In-Oven Bread Hearth

Cool Kickstarter project here: a miniature cast iron bread baking enclosure that fits right inside your home oven. It strikes you as kind of an odd idea at first: if I want to do bread in a cast iron pot, why not just use my dutch oven? Until you realize that boules get a little tiresome after a while. With this Forneau Bread Oven you can expand your shape and texture horizons quite a bit. Nice idea, Strand Design. Happy to help get the word out!…

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What’s the difference between “spoiled” cream and “cultured” cream?

…asks reader Adam. Great question. The difference is that one term sounds more appealing than the other. In practical terms, they mean pretty much the same thing. However I’d hasten to add that if you’re planning to make your own cultured butter it’s always better to “spoil” your own milk or cream with a culture you know is safe rather than to take a chance on a dairy product that’s inhabited by God-only-knows what. For there are quite a few types of microbes capable of growing in milk or cream and not all of them are harmless.


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Making Murcian Meat Pies

It’s been three years since I happened upon pictures of these pies online, and it’s taken me that long to work up the courage to make them. Now that they’re here I wish I hadn’t waited so long, as it turns out they’re one of the few savory pies my young daughters will eat! I can understand the appeal. They’re rich and crispy on the outside, satisfyingly meaty on the inside, and on top of it all are just plain fun to have on your plate. As you’ve no doubt surmised, it’s the laminated tops that are the tricky bit. Everything below that pretty much follows standard meat pie rules. Here’s how they go:


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How long can this last?

This rolling-style lamination really has my attention these days — what a ball! However I heard even my 8-year old whispering to my wife yesterday: “Mama, daddy is using an awful lot of butter”. Mrs. Pastry has also threatened to make me do my own laundry from now on if I paint any more melted lard on the bedsheets. Well I’m having fun at any rate. Isn’t that what really matters?…

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Well THAT Was Interesting

11.9 inches of snow yesterday at Louisville airport, something we northerners like to call “a foot of it”. Back in my Chicago and Minneapolis days something like this would only be a small-to-medium deal. Here it’s literally a disaster. Roads closed, schools closed, even grocery stores and gas stations are closed. Some parts of the state got a full 20 inches, which is just about unprecedented. Being one of the only families on the block with multiple snow shovels and a jumper kit, we Pastrys have been busy. Hope to return to baking shortly. …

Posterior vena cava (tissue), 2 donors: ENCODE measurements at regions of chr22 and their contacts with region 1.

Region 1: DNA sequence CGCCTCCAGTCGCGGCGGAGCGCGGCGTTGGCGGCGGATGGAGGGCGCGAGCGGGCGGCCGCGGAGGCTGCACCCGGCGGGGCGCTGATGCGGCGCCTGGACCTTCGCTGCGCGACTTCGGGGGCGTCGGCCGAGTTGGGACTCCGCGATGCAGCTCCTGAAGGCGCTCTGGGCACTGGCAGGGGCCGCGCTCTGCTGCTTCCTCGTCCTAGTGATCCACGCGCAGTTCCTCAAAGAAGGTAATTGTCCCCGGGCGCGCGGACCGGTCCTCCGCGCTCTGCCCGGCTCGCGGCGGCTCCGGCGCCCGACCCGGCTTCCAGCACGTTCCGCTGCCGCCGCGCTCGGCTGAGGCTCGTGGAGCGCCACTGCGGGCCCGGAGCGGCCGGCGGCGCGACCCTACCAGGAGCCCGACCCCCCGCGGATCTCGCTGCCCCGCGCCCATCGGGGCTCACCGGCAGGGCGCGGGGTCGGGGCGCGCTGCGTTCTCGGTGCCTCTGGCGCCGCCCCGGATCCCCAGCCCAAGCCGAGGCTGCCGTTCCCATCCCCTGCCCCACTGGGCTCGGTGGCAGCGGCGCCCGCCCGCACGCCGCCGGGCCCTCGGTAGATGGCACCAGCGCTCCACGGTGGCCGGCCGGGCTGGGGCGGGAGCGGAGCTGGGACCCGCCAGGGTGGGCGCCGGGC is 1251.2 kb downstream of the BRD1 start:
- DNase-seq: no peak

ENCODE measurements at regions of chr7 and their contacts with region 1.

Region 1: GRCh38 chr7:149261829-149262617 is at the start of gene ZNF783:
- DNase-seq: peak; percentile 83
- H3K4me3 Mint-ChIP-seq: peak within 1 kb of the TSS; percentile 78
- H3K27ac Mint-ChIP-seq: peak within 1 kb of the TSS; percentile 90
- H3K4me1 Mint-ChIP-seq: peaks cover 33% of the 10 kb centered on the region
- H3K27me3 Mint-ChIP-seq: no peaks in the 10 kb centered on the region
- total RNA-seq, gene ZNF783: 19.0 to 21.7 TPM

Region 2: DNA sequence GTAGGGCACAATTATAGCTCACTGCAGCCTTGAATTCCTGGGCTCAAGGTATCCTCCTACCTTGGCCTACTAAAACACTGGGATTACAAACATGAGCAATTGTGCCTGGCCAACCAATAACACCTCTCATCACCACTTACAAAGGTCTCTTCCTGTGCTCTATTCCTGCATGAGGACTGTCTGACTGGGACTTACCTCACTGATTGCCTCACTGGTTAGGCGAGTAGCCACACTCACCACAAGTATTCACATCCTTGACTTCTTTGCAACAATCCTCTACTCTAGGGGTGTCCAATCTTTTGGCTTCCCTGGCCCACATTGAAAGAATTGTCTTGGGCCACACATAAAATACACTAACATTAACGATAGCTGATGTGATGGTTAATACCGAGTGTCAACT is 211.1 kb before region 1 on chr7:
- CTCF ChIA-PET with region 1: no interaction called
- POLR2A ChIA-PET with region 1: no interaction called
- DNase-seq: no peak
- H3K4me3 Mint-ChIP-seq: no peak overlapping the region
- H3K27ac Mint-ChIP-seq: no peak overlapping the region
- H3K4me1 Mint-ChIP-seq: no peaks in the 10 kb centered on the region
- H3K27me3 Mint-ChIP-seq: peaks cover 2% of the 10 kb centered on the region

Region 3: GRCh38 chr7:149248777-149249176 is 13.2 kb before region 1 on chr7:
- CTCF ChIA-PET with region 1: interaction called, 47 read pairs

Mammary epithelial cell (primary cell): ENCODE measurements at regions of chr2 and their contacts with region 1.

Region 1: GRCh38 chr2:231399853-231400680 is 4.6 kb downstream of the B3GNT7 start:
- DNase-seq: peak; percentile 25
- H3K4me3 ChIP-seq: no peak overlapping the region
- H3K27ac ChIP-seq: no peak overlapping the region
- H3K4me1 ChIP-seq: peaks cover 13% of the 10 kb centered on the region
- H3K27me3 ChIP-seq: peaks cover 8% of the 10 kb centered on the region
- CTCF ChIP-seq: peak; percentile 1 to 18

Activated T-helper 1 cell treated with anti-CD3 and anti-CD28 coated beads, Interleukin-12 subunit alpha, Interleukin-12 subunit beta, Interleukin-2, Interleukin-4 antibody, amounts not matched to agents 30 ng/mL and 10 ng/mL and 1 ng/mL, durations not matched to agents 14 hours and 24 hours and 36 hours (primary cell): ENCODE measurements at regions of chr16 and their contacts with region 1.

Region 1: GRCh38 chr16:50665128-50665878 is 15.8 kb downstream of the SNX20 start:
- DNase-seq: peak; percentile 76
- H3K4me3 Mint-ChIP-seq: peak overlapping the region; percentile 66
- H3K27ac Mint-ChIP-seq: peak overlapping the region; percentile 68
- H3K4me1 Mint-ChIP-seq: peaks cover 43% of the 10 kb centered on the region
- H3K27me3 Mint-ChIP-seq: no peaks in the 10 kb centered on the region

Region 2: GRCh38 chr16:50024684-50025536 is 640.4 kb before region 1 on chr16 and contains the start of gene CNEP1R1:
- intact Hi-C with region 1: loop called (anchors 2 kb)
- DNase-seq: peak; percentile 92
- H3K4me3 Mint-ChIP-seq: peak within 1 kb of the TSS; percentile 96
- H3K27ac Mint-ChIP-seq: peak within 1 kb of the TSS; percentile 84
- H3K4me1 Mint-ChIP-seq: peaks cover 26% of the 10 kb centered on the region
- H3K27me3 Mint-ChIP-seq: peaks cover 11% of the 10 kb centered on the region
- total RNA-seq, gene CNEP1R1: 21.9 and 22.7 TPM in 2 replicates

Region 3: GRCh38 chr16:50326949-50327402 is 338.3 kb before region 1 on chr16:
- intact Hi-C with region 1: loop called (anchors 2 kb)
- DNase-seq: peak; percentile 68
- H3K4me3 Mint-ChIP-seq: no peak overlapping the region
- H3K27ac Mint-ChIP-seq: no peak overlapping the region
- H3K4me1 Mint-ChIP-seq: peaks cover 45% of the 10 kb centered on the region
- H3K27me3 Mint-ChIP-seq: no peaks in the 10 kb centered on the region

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Bi-Cultural Pie

Murcian meat pie is a piece of bakery that’s literally split between two cultures. The top is made from roll-laminated dough, which as I discussed last week was invented by Arab pastry makers sometime before the Renaissance (exactly when isn’t well established). The bottom crust is more like a traditional European pie, made of short crust. …

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A Short History of Pie

Murcian meat pies are relics from time when pie wasn’t a food so much as a strategy: a way to preserve bits of food that you might otherwise lose as a result of spoilage. Pies were the original Tupperware: handy, portable containers you could eat from. Notice here that I said eat from. For early pies weren’t meant to be eaten crust-and-all. That’s newfangled modern thinking…but more on that in a moment.


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Murcian Meat Pie Recipe

Like virtually all meat pies, these can contain just about any mixture of meat scraps or leftovers you have handy: ground or shredded meat, organ meats, sausages, ham, whatever’s around. The crust is a two-part affair. The top is made from roll-laminated dough, the bottom from short crust, puff pastry or puff pastry scraps. Short crust is the most common bottom crust, or so I understand, but do as you wish. Obsessing about ingredients is against the spirit of savory pies, which are all about making do with whatever’s available. Note that if you’re using pre-cooked shredded meat you’ll probably want some sort of a binder to hold the filling together, like a beaten egg. …

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Let’s Press On to Murcia

Murcian meat pies were the whole reason I got interested in this dough to begin with, and I still have some left. So why not do this thing? We’re going to get another big snow here in Louisville today, so some dinner pies will go well with the weather. Hit it!

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Making Sfogliatelle

Hey yo, howzitgoin’? It’s me your boy Paulie P again. Joey had another thing he had to go do, so he asked me over for the day, and just in time, too. Those sfwee-a-dells down there are pretty friggin’ sad if you ask me, pardon my French. Time for a pro to step in and take care of business, knowadimean?…

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Filed under:  Pastry, Sfogliatelle | 28 Comments